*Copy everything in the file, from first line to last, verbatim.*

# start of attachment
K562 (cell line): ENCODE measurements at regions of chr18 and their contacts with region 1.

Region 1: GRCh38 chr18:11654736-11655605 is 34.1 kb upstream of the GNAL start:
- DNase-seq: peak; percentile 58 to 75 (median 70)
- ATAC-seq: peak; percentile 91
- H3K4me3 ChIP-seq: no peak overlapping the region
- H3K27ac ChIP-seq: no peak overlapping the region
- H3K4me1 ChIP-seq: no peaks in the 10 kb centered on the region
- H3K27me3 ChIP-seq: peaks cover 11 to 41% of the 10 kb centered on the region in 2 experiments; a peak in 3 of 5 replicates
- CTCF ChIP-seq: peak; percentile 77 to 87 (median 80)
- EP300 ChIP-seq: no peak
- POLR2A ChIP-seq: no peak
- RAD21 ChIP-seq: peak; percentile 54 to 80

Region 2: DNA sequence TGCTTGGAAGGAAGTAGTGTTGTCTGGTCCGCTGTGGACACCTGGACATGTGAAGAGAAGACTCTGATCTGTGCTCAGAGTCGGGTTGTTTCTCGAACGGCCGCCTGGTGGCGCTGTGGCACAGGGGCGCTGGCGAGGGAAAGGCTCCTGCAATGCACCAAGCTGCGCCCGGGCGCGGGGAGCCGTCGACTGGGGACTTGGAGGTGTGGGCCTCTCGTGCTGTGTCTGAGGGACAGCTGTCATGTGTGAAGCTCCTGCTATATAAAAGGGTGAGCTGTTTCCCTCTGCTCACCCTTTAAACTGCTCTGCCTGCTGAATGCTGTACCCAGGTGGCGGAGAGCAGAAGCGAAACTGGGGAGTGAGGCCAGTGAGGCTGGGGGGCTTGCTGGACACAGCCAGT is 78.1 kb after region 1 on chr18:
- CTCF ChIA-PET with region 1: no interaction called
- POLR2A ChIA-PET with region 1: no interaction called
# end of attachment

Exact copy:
K562 (cell line): ENCODE measurements at regions of chr18 and their contacts with region 1.

Region 1: GRCh38 chr18:11654736-11655605 is 34.1 kb upstream of the GNAL start:
- DNase-seq: peak; percentile 58 to 75 (median 70)
- ATAC-seq: peak; percentile 91
- H3K4me3 ChIP-seq: no peak overlapping the region
- H3K27ac ChIP-seq: no peak overlapping the region
- H3K4me1 ChIP-seq: no peaks in the 10 kb centered on the region
- H3K27me3 ChIP-seq: peaks cover 11 to 41% of the 10 kb centered on the region in 2 experiments; a peak in 3 of 5 replicates
- CTCF ChIP-seq: peak; percentile 77 to 87 (median 80)
- EP300 ChIP-seq: no peak
- POLR2A ChIP-seq: no peak
- RAD21 ChIP-seq: peak; percentile 54 to 80

Region 2: DNA sequence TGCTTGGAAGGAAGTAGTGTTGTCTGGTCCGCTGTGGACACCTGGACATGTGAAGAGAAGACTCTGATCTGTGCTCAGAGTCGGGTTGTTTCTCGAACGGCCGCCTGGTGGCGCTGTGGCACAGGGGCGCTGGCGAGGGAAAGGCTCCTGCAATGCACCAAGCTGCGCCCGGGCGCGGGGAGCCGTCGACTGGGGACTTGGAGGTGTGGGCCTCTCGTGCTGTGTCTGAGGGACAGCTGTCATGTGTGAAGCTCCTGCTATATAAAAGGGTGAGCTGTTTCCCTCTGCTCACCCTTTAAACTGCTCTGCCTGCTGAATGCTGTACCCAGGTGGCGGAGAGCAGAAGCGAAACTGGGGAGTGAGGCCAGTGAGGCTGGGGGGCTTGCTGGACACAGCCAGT is 78.1 kb after region 1 on chr18:
- CTCF ChIA-PET with region 1: no interaction called
- POLR2A ChIA-PET with region 1: no interaction called